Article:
I love toys.  I adore stuffed animals.  I even keep them in the office.  But when I see the child of a co-worker admiring one of the funny little bears up on the shelf, I usually let them know that, if there’s an animal they can’t live without, I will let them take it.

 

 

Naturally!

 

 

They are just things.  Just silly things.  I suppose there are a few things in the house I couldn’t stand to live without: my Laika coin, and my old teddy bear.  And I think my brother still has my moon-globe in his garage; I was given it for Xmas 1969, five months after the first moon landing, and I still think about it. (I should ask him about that.)  And a handful of other things, small things mostly, with family significance, mostly worthless. 

 

 

Those things I will never give away.

 

 

Everything else, you can have, I think. 

 

 

Fifty years from now, it won’t matter to me a bit.


 

Cory Booker

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Hey, Cory Booker. It was very neat of you to pull that woman out of that burning building. And I loved the way in which you addressed Chris Christie on gay marriage. (I’m always thrilled when I see Democrat politicians doing worthwhile things.)

 

 

What the hell were you thinking about on May 20 on “Meet The Press”?

 

 

You sniped at the President’s anti-big business stance, saying that it “nauseated” you.

 

 

But you were, and are, a designated surrogate for the President when you speak.

 

 

Did you remember that on May 20 on “Meet the Press”? Did you realize that you were on television?

 

 

You spent most or all of last week apologizing for what you said, and (contrariwise) defending what you said. You said you were entitled to a mistake, and that it was no big deal

 

 

Meanwhile, the Republicans are gloating and using your words to advance their own position.

 

 

Hmph.

 

 

We had such high hopes for you.

 

 

And now you turn out to be a nudnik after all.

 

 

Ah well.

 

 

(It’s a shame. You were nice-looking, and smart. Until you opened your stupid yap.)

 

 

We’ll find someone else to take your place.

 

 

Bye now.


 

For Sunday: a morose Danish take on Donald Duck (not for kids! NFSW!)

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Maybe you’ve read some of the Stieg Larsson books about that tattooed girl who kills bad people. Maybe you’ve seen “The Killing,” with its quiet Danish take on murder.

 

 

So: do you picture Scandinavians as morose neo-Nazi drug-dealing murderers?

 

 

Okay.  Then this video is for you.

 

 

This video is by a Danish comedy group.  It’s Donald Duck and his nephews, and Daisy, and Goofy, and Uncle Scrooge, as you’ve never seen them.  Just so you know: it’s definitely not for kids, and NSFW.

 

 

Enjoy.

 

 


 

 

Getting rid of a hundred things

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There is something running around the Internet right now called the “100 Thing Challenge.”  It is being promoted by a fellow named Dave Bruno, who blogs about simple living.  It is much better, he writes, to simplify our lives by getting rid of things we don’t really need, and to refuse to get more things we don’t need.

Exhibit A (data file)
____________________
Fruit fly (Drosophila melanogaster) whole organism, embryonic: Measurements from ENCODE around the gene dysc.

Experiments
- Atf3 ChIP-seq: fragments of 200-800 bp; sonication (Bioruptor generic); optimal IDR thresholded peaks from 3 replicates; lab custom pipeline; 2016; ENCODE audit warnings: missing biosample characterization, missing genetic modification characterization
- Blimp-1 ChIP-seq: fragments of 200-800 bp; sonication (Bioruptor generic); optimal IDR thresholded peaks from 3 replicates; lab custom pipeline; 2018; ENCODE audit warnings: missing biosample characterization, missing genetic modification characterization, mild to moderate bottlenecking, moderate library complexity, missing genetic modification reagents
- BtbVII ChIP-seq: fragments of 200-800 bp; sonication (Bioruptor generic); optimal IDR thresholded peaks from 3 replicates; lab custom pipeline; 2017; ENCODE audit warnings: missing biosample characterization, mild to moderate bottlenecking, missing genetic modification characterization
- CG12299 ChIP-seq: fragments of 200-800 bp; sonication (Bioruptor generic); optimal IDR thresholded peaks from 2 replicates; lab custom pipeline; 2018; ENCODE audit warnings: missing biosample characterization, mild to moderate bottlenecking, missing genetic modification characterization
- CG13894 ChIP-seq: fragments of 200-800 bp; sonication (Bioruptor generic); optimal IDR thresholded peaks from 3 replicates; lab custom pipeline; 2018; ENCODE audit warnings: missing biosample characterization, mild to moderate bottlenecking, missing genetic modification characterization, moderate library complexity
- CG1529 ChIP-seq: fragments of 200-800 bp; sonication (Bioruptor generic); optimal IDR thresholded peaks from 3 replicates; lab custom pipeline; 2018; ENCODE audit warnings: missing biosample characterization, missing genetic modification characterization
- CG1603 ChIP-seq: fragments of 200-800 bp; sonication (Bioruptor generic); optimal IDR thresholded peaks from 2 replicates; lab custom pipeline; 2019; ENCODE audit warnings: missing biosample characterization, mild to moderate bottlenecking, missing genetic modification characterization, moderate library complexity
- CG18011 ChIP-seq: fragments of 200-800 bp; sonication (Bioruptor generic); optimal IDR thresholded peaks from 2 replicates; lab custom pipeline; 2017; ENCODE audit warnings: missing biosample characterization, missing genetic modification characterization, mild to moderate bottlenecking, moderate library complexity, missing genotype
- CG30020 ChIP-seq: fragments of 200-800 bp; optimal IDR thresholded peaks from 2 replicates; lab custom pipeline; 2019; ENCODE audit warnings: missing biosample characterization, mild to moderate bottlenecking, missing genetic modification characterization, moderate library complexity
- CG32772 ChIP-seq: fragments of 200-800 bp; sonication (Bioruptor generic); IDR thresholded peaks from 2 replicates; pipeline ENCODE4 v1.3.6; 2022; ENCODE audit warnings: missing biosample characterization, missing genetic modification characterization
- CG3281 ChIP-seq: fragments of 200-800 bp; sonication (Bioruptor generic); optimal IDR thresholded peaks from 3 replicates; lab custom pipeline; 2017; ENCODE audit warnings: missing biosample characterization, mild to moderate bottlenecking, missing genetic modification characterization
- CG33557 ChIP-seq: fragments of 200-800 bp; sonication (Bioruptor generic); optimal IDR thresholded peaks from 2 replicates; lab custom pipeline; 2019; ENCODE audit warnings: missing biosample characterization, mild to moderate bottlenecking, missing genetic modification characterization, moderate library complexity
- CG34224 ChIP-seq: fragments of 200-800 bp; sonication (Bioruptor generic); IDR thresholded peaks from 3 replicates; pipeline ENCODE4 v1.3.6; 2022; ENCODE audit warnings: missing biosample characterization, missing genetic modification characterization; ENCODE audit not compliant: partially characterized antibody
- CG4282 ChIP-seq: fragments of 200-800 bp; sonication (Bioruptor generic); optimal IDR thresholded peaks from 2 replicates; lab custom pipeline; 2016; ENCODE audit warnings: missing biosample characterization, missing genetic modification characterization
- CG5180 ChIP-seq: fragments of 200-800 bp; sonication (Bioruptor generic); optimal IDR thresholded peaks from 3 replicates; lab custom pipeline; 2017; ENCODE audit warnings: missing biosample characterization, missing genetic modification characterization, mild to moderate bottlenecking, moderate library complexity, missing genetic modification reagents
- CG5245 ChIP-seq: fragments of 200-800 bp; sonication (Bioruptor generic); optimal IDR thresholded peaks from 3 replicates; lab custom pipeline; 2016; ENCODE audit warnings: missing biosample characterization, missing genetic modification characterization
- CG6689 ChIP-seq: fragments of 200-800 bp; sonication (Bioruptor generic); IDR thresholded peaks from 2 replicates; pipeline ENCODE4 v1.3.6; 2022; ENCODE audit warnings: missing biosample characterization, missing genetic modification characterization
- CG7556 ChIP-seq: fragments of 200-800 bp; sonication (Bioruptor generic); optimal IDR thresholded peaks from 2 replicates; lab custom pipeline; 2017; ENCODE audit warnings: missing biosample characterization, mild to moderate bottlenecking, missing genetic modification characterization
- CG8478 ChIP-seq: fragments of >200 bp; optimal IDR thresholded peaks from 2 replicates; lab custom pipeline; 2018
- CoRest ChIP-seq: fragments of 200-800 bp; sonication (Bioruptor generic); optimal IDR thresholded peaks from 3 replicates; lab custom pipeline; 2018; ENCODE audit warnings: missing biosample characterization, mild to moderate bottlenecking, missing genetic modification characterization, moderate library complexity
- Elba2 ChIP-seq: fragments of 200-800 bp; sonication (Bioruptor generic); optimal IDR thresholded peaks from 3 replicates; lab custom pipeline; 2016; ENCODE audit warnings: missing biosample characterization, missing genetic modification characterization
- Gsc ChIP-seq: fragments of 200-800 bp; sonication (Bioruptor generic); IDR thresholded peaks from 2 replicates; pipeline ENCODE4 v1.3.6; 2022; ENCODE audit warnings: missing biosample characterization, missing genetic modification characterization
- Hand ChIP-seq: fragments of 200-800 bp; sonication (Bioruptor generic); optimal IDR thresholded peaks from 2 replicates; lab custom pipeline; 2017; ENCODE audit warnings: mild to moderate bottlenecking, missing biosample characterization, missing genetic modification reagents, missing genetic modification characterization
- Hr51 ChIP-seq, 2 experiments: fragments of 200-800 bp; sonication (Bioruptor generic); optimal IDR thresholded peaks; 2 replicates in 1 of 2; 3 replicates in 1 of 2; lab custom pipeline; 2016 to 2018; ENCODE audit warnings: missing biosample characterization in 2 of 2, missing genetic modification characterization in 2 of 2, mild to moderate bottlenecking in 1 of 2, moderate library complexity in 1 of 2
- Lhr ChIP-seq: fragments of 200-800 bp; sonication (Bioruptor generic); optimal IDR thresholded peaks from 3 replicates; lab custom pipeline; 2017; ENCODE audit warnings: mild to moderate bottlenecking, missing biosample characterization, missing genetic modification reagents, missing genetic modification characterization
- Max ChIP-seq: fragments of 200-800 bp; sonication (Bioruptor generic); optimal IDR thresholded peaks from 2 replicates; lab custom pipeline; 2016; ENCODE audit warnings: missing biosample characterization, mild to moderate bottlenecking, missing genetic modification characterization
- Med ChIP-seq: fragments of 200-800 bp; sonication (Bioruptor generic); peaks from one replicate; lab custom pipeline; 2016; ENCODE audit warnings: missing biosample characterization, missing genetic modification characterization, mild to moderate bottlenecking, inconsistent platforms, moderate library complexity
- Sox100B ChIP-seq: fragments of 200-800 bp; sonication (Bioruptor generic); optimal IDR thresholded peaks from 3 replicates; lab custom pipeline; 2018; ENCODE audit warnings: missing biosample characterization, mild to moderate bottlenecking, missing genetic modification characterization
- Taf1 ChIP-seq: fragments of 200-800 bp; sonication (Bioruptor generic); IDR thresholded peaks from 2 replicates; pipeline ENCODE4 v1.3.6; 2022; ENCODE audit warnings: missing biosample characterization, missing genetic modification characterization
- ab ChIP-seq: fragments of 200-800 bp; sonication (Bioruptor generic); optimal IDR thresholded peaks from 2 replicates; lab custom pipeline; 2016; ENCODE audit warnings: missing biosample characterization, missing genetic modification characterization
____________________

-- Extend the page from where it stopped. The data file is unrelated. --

I am in favor of this idea, very much.

 

 

I am also a huge packrat. 

 

 

I have mounted my own informal version of the 100 Thing Challenge several times over the past twenty years.  It’s always successful, more or less, but then I discover after a few months / years that the heaps of things reappear.

 

 

Dave Bruno recommends a three-pronged approach:

 

 

·       REDUCE the number of things you own.  Trash them, give them away, sell them.

·       REFUSE to buy more things you don’t need.  (This one’s tricky. I see a garlic press or a travel steamer and think, “I need that!”  It’s a misuse of the word “need,” I know.  And yet: I didn’t need that wok I bought at Ikea, but it was five bucks, and now I use it regularly.  Unlike the talking meat thermometer I bought at Brookstone, or the cheapo e-reader I bought at Bed Bath & Beyond that didn’t really work very well, or the cheapo MP3 player I bought online that doesn’t work very well . . . )

·       REJIGGER your priorities so that you don’t keep falling back into the same trap.

 

 

There’s a frequent refrain here: don’t be sentimentalDon’t keep something just because someone gave it to you, or because it reminds you of a dead relative.  Your memories are more precious than those things.

 

 

But I have an issue with this.  Sometimes I keep things specifically because they remind me of people, or places, or pleasant times in my life.  I have the memory, sure, but without something to summon the memory, it’s lost in the whirl.  Then I notice my copy of the King Arthur Cookbook on the shelf, and I remember that I bought it in Padanaram, Massachusetts, in April 2000, on a day trip with Partner, and I remember the weather was cool, and we had a nice lunch in a local restaurant, and I had grilled green beans, and they were very good.  That memory would be lost in the shuffle without something to help me recall it.  

 

 

But I do like the idea of getting rid of things.  

 

 

So let’s get started, shall we?

 

1.     A VHS copy of “A Charlie Brown Christmas.” I don’t need it. I know the whole Charlie Brown Christmas special by heart, including the pauses and the tones of voice and all of the music. (On the other hand, I was given this video by a dear friend, who passed away a few years ago.)  Gulp. Okay. Out it goes to the Salvation Army.